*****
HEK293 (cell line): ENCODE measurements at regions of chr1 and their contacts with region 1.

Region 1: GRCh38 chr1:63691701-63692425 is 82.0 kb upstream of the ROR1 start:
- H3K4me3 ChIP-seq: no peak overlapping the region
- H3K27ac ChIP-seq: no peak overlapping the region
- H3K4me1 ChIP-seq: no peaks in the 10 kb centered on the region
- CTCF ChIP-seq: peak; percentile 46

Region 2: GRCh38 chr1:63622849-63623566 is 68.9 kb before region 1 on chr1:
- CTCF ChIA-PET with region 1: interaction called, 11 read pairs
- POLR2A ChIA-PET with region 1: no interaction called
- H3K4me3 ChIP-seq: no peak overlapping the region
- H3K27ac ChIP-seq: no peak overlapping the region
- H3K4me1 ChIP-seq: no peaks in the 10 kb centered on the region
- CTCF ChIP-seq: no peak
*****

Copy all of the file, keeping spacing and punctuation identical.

HEK293 (cell line): ENCODE measurements at regions of chr1 and their contacts with region 1.

Region 1: GRCh38 chr1:63691701-63692425 is 82.0 kb upstream of the ROR1 start:
- H3K4me3 ChIP-seq: no peak overlapping the region
- H3K27ac ChIP-seq: no peak overlapping the region
- H3K4me1 ChIP-seq: no peaks in the 10 kb centered on the region
- CTCF ChIP-seq: peak; percentile 46

Region 2: GRCh38 chr1:63622849-63623566 is 68.9 kb before region 1 on chr1:
- CTCF ChIA-PET with region 1: interaction called, 11 read pairs
- POLR2A ChIA-PET with region 1: no interaction called
- H3K4me3 ChIP-seq: no peak overlapping the region
- H3K27ac ChIP-seq: no peak overlapping the region
- H3K4me1 ChIP-seq: no peaks in the 10 kb centered on the region
- CTCF ChIP-seq: no peak